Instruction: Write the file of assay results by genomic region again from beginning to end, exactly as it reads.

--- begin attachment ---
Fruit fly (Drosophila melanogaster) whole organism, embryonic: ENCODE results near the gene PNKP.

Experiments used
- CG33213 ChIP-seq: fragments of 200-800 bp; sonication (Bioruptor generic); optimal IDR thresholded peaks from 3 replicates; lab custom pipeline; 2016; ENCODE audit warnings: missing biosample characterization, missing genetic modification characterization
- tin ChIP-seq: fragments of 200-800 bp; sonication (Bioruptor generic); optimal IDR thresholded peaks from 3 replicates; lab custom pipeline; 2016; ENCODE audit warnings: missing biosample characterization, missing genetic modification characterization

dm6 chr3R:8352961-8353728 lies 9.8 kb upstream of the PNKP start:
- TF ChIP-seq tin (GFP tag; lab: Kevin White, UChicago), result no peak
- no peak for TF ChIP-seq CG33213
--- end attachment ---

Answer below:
Fruit fly (Drosophila melanogaster) whole organism, embryonic: ENCODE results near the gene PNKP.

Experiments used
- CG33213 ChIP-seq: fragments of 200-800 bp; sonication (Bioruptor generic); optimal IDR thresholded peaks from 3 replicates; lab custom pipeline; 2016; ENCODE audit warnings: missing biosample characterization, missing genetic modification characterization
- tin ChIP-seq: fragments of 200-800 bp; sonication (Bioruptor generic); optimal IDR thresholded peaks from 3 replicates; lab custom pipeline; 2016; ENCODE audit warnings: missing biosample characterization, missing genetic modification characterization

dm6 chr3R:8352961-8353728 lies 9.8 kb upstream of the PNKP start:
- TF ChIP-seq tin (GFP tag; lab: Kevin White, UChicago), result no peak
- no peak for TF ChIP-seq CG33213